The Tenth Circuit Court of Appeals held that a defendant, specifically in a child pornography case, cannot be forced to answer questions asked during a compliance polygraph as part of their supervised release, where the questions are designed to self-incriminate the defendant.
The defendant, Brian Von Behren, is serving a three-year sentence of supervised release from a 2005 conviction for the distribution of child pornography. One of the conditions of his release was modified to require that he completes a sex offender treatment program, which includes a sexual history lie detector test. This test requires him to answer questions regarding whether he committed other sex crimes for which he was never charged. The treatment program required him to sign an agreement that allowed the treatment provider to report any discovered sexual crimes to the authorities. Von Behren believed that the polygraph condition violated his Fifth Amendment protection against self-incrimination. The district court upheld the decision and disagreed that the polygraph questions did not pose danger in a constitutional sense. Mr. Von Behren appealed the case and the decision was overturned on the Fifth Amendment issue.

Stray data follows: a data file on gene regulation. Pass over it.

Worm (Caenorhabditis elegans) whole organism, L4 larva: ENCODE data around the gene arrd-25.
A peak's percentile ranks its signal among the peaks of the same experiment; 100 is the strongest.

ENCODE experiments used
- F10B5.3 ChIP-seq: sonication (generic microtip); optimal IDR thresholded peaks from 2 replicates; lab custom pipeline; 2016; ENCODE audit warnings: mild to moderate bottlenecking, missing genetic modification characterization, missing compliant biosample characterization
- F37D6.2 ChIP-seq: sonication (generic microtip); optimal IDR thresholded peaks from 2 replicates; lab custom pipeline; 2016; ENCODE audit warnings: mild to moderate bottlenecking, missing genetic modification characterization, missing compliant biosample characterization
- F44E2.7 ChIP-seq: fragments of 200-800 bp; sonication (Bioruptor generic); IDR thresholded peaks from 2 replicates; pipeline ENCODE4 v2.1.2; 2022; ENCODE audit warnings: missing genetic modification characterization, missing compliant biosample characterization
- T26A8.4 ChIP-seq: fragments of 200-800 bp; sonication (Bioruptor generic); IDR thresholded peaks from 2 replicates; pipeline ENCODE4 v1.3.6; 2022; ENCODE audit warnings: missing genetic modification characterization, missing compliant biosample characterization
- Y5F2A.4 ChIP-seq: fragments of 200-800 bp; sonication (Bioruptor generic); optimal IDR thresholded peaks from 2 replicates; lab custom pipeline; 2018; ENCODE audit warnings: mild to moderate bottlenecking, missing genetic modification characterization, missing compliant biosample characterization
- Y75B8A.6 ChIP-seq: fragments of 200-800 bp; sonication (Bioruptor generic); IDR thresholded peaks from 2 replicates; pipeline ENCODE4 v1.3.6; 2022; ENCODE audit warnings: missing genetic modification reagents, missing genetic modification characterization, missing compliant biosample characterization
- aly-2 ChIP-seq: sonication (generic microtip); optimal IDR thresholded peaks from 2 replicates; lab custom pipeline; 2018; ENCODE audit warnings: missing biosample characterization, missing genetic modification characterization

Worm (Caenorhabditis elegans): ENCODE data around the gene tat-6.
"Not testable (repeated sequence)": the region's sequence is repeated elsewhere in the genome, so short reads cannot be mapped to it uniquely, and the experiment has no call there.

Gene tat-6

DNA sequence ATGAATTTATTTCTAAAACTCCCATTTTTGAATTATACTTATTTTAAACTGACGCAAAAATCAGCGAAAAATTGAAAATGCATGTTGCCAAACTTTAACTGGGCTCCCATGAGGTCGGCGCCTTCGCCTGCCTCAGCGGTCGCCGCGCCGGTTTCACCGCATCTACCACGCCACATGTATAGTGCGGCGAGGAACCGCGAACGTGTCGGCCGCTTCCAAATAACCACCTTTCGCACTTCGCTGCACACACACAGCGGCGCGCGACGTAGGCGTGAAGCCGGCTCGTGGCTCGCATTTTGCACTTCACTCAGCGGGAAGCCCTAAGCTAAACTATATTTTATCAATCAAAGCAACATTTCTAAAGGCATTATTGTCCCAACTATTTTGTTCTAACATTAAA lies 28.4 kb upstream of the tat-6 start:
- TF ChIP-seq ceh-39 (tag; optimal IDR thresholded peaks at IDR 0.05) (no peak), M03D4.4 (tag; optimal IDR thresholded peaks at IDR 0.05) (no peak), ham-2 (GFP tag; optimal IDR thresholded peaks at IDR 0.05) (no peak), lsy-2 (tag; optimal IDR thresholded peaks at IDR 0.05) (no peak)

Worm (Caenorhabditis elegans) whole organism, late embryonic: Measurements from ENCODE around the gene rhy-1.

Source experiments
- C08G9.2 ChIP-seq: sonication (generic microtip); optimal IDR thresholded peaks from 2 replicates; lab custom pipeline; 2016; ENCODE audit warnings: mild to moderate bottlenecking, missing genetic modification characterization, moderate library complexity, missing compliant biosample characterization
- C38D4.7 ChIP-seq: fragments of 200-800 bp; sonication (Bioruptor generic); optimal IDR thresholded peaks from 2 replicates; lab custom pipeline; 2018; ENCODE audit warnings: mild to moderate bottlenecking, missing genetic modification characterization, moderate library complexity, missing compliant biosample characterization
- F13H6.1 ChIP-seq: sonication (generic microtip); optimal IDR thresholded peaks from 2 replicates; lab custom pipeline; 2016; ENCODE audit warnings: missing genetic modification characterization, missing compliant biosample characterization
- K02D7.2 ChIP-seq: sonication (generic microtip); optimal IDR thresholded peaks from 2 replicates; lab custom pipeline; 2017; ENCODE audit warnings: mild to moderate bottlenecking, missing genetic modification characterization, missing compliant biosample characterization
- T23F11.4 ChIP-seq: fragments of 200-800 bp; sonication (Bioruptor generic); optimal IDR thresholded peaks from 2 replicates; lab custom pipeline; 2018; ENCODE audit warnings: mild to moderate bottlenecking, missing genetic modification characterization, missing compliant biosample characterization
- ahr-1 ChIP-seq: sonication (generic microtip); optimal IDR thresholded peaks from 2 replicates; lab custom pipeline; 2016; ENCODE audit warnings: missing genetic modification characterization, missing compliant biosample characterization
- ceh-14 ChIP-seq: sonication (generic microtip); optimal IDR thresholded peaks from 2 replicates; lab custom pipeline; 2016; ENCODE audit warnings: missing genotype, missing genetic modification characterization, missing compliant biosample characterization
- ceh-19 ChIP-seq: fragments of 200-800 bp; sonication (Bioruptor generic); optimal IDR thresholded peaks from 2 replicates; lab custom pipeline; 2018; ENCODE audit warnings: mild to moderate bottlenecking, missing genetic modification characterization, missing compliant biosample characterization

The Tenth Circuit Court of Appeals stated, “There is no doubt that answering questions during a polygraph examination involves communicative act which is testimonial.” The court held that the government compelled Mr. Von Behren to be a witness against himself, which is why they chose to reverse the decision.
For further reading on the Opinion: US v. Brian Von Behren
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